Religious Freedom Beats Drug Law
In 1999, Jonathan Goldman’s house in Ashland, Oregon, was raided and Goldman jailed briefly for possession of an hallucinogenic tea known as ayahuasca or daime. The tea contains DMT, a Schedule A narcotic, which means that possession and distribution is a felony. Goldman, however, was the padrinho of a branch of the Santo Daime Church called the Holy Light of the Queen. For practitioners of this syncretic Christian church born in the jungles of Brazil, the tea is analogous to wine used during communion. In fact, the tea is even more integral to the religion than communion wine because the experiences provided by the tea are the essence of the religion. Without the tea, there is no religion.
No charges were ever filed against Goldman, but for years his 80-member church had to practice in secret, risking arrest. Then, in 2008, Goldman boldly sued the government under the Religious Freedom Restoration Act, the law that was used by Native Americans to legalize peyote ceremonies. In March 2009, Goldman won a unanimous verdict in U.S. District Court. The Drug Enforcement Administration and the Department of Justice can no longer interfere or prosecute church members who abide by some simple rules and safety precautions.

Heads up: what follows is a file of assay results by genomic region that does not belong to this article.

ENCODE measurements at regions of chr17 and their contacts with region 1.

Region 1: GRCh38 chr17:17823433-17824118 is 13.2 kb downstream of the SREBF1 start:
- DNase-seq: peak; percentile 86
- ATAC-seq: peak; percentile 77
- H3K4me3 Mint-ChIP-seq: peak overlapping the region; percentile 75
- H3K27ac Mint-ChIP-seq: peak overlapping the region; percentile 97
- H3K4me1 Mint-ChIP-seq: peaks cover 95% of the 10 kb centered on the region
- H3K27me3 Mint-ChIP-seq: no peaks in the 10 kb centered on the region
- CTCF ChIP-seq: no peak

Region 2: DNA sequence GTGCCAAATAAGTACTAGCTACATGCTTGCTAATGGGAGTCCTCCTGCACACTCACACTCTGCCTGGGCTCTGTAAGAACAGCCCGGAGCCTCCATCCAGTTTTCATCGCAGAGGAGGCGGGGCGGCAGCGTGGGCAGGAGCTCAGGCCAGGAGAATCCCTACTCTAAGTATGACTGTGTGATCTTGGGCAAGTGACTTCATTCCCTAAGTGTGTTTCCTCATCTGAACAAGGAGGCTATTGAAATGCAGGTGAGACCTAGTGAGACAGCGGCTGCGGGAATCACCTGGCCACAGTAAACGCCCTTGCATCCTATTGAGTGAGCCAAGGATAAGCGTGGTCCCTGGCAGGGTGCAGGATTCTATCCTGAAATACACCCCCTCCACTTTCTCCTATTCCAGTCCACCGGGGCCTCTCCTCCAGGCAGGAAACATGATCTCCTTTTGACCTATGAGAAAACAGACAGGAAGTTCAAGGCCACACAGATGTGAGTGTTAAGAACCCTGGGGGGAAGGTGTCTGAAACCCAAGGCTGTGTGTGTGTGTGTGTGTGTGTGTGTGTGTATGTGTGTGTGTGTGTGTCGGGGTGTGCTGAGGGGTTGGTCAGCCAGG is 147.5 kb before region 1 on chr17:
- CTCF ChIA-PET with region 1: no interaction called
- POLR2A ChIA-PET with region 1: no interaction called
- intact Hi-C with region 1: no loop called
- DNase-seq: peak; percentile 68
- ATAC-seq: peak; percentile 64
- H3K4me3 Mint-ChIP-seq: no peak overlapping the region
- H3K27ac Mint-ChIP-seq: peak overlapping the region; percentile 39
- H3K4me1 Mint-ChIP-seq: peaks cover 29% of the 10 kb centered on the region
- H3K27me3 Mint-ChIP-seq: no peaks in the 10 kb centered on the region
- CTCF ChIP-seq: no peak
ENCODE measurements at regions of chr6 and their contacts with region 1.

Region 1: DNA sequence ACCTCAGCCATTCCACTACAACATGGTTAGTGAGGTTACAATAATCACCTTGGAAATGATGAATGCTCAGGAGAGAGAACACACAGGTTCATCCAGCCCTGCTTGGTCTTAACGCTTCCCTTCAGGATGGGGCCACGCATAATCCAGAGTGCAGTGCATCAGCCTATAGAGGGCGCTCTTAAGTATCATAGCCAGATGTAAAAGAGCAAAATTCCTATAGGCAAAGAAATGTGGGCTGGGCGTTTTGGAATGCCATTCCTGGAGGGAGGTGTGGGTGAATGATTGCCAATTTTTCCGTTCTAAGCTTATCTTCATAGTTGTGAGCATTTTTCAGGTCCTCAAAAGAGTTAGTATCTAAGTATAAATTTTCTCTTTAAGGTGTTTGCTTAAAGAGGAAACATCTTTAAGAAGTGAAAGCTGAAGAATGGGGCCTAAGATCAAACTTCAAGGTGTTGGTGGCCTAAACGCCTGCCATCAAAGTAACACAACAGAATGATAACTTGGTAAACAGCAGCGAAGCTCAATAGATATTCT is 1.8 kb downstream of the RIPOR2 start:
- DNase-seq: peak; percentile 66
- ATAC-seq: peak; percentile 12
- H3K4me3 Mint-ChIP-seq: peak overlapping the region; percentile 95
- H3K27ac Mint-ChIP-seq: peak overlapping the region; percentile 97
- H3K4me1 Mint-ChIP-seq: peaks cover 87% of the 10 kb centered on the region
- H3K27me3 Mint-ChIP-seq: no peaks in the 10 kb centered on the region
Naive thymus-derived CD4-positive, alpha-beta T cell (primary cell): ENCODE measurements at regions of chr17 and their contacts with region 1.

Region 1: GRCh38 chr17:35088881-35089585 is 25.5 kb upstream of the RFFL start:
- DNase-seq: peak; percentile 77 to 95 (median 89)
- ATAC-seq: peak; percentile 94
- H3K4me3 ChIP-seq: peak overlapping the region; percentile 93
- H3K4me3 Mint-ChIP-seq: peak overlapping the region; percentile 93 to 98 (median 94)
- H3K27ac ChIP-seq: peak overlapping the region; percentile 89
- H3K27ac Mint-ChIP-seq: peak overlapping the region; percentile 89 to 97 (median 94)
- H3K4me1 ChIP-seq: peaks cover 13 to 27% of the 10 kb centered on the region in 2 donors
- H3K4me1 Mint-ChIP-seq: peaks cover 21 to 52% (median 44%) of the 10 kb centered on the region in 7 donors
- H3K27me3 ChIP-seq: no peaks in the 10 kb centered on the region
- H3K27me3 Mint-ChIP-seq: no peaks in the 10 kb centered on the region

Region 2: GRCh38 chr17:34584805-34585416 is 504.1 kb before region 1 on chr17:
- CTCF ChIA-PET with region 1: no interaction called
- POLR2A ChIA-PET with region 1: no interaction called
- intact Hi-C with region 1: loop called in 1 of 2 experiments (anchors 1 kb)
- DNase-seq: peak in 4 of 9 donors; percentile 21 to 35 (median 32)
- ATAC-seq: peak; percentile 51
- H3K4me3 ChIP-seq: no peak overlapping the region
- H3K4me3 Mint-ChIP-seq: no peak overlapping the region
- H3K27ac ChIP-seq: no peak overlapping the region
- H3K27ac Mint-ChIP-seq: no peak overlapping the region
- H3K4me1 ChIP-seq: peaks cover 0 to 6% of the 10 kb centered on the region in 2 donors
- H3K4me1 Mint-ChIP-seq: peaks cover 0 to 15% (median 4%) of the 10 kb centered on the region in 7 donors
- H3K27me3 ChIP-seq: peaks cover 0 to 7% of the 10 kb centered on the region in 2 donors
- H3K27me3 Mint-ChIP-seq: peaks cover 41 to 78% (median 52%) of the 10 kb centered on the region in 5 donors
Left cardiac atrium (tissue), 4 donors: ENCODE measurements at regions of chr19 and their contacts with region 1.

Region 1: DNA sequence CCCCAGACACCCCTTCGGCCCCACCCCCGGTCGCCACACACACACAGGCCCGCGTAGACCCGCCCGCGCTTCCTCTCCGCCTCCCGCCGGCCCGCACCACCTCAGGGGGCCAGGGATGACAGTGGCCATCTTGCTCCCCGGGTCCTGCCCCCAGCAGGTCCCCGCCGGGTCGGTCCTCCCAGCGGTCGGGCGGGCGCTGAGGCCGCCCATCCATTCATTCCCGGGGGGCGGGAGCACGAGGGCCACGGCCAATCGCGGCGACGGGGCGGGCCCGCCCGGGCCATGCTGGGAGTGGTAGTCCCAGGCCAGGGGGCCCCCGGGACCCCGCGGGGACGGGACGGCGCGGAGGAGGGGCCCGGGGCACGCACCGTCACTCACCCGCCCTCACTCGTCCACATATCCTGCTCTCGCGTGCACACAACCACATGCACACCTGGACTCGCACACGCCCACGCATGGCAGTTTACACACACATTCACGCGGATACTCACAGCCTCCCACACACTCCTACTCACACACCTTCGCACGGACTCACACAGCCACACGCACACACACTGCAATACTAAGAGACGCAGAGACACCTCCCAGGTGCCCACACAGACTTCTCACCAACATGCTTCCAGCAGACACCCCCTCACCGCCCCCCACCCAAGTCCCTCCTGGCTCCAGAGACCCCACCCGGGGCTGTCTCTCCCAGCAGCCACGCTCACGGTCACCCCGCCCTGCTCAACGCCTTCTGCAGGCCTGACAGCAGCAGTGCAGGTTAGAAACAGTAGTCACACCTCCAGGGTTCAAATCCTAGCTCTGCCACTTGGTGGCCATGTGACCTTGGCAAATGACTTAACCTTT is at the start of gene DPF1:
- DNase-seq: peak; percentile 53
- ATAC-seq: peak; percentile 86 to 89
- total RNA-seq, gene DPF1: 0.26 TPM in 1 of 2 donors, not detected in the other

Members of the church do not proselytize, and their brew is not for the faint of spirit. Newcomers must have a sponsor, and a lengthy screening precedes any ceremonial work. The tea tastes vile, and roughly one-third of the people who try it experience nausea or vomiting. Rituals last for several hours — sometimes all night — and the waking dreams can be challenging or frightening. But the tea often provides profound insights into personal problems. The tea is not addictive. In fact, ayahuasca has been found to be very helpful in freeing people from other addictions.
Perhaps most fascinating about Goldman’s case was how thoroughly the government was beaten. Taking into account both sides, our current drug war is estimated to be a $500 billion business worldwide, and yet the DEA and Department of Justice were unable to explain what this battle was about or who they were protecting. The case will likely not be appealed perhaps because a loss in a higher court could significantly shrink their business.